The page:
Brahma sutras or Vedanta Sutras
Adi Shankaracharyas commentary
translated by George Thibaut
The essence of the Upanishads and the Hindu philosophy is captured by the great Vedavyasa, also called Badarayana, in this great scripture. Vedavyasa is also the one who wrote the epic Mahabharata and he also compiled and re-wrote the Vedas, the Bhagavata Puranana and several other puranas.
To the sacred literature of the Brahmans, in the strict sense of the term, i.e. to the Veda, there belongs a certain number of complementary works without whose assistance the student is, according to Hindu notions, unable to do more than commit the sacred texts to memory. In the first place all Vedic texts must, in order to be understood, be read together with running commentaries such as Sâyana’s commentaries on the Samhitâs and Brâhmanas, and the Bhâshyas ascribed to Sankara on the chief Upanishads. But these commentaries do not by themselves conduce to a full comprehension of the contents of the sacred texts, since they confine themselves to explaining the meaning of each detached passage without investigating its relation to other passages, and the whole of which they form part; considerations of the latter kind are at any rate introduced occasionally only. The task of taking a comprehensive view of the contents of the Vedic writings as a whole, of systematising what they present in an unsystematical form, of showing the mutual co-ordination or subordination of single passages and sections, and of reconciling contradictions–which, according to the view of the orthodox commentators, can be apparent only–is allotted to a separate sâstra or body of doctrine which is termed Mîmâmsâ, i.e. the investigation or enquiry, viz. the enquiry into the connected meaning of the sacred texts.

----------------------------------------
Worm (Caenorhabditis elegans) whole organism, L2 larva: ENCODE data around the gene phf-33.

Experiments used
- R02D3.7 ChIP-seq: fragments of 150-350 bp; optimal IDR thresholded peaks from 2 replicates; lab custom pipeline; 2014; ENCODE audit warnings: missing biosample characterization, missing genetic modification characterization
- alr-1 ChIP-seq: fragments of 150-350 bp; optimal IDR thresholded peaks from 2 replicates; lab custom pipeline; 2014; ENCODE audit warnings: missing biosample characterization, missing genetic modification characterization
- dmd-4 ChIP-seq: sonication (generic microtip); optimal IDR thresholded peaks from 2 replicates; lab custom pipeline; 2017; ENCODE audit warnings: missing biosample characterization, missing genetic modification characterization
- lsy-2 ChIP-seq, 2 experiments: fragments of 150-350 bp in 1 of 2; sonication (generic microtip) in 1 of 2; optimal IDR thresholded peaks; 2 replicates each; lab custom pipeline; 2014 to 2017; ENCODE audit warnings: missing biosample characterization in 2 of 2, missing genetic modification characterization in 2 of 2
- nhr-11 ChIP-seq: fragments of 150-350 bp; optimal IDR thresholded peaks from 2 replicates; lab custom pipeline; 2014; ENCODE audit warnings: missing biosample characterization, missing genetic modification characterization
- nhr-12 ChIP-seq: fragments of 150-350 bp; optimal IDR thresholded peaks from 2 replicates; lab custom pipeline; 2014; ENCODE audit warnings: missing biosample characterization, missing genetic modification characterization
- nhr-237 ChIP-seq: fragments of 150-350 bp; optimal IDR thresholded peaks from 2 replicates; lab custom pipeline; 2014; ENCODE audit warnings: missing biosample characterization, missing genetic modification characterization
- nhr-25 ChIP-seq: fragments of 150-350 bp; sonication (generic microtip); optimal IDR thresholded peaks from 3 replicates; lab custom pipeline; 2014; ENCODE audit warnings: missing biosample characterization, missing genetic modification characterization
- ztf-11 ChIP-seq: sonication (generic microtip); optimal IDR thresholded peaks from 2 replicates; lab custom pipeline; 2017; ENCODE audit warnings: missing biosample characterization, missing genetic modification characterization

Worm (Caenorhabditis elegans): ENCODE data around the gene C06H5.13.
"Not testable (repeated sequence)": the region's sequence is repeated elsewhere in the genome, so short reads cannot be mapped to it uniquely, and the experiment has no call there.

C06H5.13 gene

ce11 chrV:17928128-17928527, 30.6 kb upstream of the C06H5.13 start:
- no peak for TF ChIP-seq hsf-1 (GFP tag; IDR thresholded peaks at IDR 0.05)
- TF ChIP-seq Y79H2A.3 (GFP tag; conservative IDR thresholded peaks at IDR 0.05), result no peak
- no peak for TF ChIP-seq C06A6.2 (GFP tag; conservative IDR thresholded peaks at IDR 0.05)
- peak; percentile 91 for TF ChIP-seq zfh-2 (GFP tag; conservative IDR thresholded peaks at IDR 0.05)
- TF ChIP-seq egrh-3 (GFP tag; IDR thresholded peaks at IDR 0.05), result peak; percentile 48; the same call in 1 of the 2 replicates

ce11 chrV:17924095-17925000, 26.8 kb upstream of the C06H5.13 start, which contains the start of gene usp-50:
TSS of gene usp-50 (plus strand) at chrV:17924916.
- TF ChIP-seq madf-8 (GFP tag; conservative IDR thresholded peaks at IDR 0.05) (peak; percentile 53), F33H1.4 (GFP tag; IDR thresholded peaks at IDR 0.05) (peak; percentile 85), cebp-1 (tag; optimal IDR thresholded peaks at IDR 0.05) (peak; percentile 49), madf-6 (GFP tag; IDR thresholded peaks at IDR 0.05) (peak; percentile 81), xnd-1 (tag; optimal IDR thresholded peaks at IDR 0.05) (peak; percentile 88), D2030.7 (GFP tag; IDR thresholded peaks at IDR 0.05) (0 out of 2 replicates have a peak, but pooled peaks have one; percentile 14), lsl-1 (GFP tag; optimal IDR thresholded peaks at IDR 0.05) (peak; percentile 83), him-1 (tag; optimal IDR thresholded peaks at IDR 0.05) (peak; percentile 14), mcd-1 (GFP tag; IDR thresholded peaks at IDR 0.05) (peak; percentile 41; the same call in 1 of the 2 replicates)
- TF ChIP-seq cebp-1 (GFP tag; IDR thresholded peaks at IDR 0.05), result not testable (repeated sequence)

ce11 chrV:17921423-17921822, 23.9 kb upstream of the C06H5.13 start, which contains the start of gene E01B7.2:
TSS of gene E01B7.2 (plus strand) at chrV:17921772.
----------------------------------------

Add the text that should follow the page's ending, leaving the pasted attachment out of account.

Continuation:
Of this Mîmâmsâ two branches have to be distinguished, the so-called earlier (pûrva) Mîmâmsâ, and the later (uttara) Mîmâmsâ. The former undertakes to systematise the karmakânda, i.e. that entire portion of the Veda which is concerned with action, pre-eminently sacrificial action, and which comprises the Samhitâs and the Brâhmanas exclusive of the Âranyaka portions; the latter performs the same
service with regard to the so-called gñânakânda, i.e. that part of the Vedic writings which includes the Âranyaka portions of the Brâhmanas, and a number of detached treatises called Upanishads. Its subject is not action but knowledge, viz. the knowledge of Brahman.
At what period these two sâstras first assumed a definite form, we are unable to ascertain. Discussions of the nature of those which constitute the subject-matter of the Pûrva Mîmâmsâ must have arisen at a very early period, and the word Mîmâmsâ itself together with its derivatives is already employed in the Brâhmanas to denote the doubts and discussions connected with certain contested points of ritual. The want of a body of definite rules prescribing how to act, i.e. how to perform the various sacrifices in full accordance with the teaching of the Veda, was indeed an urgent one, because it was an altogether practical want, continually pressing itself on the adhvaryus engaged in ritualistic duties. And the task of establishing such rules was moreover a comparatively limited and feasible one; for the members of a certain Vedic sâkhâ or school had to do no more than to digest thoroughly their own brâhmana and samhitâ, without being under any obligation of reconciling with the teaching of their own books the occasionally conflicting rules implied in the texts of other sâkhâs. It was assumed that action, as being something which depends on the will and choice of man, admits of alternatives, so that a certain sacrifice may be performed in different ways by members of different Vedic schools, or even by the followers of one and the same sâkhâ.